Instead, you won't believe the hot-off-the-presses questions that New York Times interviewer Andrew Goldman and his editors signed off on instead of anything on, say, Gosnell:
When House Republicans invited five male religious leaders to testify on whether birth control should be covered by Obamacare, you asked on Facebook: “What’s wrong with this picture?” Republicans had to know the optics were bad. I assume no one thought it through. Some folks in Congress are so wrapped up in their political ideology, they forget that women are part of the equation.
WHAT THE HECK? First off, that's not a question. How a self-respecting journalist could even live with themselves after "asking" it is beyond me. It's also misleading, ignoring the women who testified at the hearing (ignoring some women is better than ignoring other women, I guess).
Nevermind that the hearing was titled in words simple enough for everyone but journalists to understand:
Lines Crossed: Separation of Church and State. Has the Obama Administration Trampled on Freedom of Religion and Freedom of Conscience?
I wouldn't expect that the media would accept that Republican spin on the hearing. But that they carried the football 98 yards for a touchdown on behalf of Democratic spin (which happens to be, word for word, what the New York Times "interviewer" offered here) is troubling.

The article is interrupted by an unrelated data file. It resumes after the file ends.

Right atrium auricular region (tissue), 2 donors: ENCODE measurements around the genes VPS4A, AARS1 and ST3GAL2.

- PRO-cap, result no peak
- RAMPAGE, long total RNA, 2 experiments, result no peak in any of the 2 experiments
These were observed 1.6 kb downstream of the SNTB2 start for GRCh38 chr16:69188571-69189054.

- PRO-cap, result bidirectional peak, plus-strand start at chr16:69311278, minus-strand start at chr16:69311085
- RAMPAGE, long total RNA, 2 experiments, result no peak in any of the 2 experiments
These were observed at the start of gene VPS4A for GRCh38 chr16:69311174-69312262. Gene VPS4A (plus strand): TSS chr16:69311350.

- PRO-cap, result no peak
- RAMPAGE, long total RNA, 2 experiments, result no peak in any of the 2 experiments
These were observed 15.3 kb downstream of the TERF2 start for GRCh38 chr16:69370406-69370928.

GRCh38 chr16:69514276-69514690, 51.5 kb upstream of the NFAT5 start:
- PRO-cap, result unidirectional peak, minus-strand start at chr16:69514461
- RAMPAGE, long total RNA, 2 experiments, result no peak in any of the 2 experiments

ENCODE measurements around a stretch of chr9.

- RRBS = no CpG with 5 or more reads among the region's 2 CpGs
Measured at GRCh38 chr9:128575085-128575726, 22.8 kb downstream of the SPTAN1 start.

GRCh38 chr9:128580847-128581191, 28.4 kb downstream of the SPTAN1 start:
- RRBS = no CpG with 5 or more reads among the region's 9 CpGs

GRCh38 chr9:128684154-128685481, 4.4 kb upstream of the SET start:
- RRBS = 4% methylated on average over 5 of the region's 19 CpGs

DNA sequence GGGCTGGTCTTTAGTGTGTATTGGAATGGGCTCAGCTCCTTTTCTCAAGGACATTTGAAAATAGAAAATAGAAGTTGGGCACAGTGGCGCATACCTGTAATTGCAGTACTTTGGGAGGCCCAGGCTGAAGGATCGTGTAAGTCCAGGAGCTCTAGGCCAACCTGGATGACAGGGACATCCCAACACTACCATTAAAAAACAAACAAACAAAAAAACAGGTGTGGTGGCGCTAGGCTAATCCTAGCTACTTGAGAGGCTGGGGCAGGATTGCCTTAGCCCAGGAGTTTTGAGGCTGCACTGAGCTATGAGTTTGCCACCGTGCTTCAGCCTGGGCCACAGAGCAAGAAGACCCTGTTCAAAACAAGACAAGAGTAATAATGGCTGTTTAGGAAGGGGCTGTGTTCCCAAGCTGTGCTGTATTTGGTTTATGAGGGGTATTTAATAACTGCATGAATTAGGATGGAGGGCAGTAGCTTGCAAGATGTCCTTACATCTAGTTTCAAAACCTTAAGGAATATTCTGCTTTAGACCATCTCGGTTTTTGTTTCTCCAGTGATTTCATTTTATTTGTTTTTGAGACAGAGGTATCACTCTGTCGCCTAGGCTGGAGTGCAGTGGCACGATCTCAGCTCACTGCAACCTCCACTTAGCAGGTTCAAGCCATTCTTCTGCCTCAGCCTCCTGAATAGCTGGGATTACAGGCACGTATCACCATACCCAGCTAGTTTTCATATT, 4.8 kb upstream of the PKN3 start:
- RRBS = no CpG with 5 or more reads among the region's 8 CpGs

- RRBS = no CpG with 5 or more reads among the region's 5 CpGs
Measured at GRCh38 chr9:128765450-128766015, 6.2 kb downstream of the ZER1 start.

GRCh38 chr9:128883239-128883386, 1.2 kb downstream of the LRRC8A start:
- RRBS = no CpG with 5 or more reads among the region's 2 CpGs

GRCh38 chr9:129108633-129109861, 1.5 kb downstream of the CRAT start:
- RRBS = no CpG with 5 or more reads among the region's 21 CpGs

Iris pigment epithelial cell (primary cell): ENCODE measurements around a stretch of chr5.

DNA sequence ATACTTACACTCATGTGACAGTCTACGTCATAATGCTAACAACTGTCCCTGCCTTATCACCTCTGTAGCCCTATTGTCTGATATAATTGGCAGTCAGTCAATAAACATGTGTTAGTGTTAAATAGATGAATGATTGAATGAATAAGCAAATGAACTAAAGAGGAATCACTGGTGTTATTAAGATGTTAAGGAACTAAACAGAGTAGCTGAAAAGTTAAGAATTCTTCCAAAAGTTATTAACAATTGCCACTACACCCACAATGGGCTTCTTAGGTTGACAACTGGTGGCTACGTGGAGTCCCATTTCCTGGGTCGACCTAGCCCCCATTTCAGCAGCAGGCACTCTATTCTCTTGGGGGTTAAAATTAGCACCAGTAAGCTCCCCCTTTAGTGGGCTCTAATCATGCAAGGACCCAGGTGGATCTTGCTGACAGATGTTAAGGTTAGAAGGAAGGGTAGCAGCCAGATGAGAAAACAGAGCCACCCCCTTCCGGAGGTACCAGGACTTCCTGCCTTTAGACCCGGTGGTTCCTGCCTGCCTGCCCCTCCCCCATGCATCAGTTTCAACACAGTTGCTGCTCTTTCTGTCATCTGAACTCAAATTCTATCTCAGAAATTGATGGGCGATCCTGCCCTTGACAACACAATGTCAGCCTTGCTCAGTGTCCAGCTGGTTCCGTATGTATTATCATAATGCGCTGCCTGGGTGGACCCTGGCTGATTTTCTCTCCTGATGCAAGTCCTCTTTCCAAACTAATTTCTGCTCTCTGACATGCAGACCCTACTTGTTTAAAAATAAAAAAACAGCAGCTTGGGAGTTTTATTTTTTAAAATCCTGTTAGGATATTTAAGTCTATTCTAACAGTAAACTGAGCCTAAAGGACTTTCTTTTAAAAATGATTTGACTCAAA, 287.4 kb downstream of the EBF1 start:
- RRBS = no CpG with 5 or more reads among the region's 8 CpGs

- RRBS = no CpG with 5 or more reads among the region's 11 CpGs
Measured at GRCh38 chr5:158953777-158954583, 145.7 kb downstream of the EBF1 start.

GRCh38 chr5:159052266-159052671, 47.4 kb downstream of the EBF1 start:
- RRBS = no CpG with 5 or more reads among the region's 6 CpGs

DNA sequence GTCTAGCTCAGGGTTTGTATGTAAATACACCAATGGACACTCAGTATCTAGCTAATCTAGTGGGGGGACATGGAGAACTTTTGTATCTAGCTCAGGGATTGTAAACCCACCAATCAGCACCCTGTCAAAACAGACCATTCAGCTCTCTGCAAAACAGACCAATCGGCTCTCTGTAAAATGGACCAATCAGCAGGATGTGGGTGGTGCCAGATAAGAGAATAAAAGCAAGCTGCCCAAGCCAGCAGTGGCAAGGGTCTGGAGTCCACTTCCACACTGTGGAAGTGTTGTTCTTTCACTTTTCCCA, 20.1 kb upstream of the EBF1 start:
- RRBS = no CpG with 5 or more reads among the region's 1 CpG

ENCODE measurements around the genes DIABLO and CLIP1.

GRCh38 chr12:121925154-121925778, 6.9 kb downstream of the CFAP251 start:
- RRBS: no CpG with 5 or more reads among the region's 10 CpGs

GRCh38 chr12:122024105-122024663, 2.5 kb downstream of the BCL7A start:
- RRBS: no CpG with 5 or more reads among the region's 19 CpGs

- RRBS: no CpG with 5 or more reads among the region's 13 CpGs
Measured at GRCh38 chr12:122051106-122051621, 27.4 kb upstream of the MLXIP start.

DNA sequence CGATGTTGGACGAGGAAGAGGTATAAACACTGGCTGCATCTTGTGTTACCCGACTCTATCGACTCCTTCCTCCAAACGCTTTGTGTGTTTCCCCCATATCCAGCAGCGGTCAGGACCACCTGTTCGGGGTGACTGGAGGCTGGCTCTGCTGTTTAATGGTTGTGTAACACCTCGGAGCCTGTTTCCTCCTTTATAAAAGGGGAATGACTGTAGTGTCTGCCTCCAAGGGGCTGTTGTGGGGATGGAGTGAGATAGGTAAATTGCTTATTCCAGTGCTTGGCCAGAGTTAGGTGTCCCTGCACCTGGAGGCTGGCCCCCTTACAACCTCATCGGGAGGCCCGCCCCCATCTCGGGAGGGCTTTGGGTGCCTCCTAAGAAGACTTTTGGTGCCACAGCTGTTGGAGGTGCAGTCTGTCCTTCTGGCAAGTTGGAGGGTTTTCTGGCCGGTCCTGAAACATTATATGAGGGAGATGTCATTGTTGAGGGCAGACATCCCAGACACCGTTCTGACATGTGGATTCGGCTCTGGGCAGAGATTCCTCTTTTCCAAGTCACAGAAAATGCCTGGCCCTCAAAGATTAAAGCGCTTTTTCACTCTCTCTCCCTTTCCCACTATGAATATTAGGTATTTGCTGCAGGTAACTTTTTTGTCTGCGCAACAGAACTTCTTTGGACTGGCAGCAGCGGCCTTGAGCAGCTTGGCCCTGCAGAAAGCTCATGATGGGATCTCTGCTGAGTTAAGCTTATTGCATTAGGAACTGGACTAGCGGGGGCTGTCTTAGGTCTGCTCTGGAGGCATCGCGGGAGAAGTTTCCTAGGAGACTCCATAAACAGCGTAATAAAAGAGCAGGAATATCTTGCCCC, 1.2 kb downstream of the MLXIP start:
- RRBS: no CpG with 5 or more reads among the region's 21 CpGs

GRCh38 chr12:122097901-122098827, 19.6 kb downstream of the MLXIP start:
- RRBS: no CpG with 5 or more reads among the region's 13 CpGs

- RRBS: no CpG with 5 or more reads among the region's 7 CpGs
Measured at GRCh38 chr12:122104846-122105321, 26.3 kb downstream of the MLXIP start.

For the eleventy billionth time, that the particular area of religious liberty concern (sorry, "religious liberty" concern) dealt with funding abortion drugs, sterilization and contraception is somewhat incidental from the perspective of those concerned about religious liberty. I'm not arguing that journalists should ignore, again, the perspective of those unconcerned with religious liberty in this case but the lack of care shown those on the other side is disconcerting.